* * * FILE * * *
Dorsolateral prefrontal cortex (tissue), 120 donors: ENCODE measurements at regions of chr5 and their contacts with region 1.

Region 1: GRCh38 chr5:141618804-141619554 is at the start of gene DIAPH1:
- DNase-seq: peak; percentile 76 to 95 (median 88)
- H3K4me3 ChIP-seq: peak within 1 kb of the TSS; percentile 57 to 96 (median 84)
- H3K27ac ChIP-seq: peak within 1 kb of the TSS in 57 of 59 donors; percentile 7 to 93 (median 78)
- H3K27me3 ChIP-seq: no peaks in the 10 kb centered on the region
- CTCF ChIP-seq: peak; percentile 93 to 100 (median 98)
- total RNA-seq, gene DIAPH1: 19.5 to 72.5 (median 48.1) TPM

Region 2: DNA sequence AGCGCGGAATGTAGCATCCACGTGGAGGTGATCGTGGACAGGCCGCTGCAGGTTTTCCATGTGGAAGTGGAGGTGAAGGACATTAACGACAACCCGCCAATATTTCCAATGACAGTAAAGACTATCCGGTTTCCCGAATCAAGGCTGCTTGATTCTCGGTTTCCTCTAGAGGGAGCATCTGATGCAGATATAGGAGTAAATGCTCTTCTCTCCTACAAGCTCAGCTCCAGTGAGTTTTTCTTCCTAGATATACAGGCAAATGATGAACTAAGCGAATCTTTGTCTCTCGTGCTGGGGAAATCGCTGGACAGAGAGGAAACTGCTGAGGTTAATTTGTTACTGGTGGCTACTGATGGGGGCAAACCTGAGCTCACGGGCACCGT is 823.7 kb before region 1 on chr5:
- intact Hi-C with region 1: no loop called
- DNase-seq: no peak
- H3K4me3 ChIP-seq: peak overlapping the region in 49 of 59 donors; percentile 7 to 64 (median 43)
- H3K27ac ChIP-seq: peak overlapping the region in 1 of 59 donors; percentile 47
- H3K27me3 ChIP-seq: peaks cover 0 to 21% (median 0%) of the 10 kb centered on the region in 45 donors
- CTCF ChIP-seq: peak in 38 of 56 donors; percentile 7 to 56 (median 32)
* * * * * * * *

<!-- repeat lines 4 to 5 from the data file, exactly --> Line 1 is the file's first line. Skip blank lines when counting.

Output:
- H3K4me3 ChIP-seq: peak within 1 kb of the TSS; percentile 57 to 96 (median 84)
- H3K27ac ChIP-seq: peak within 1 kb of the TSS in 57 of 59 donors; percentile 7 to 93 (median 78)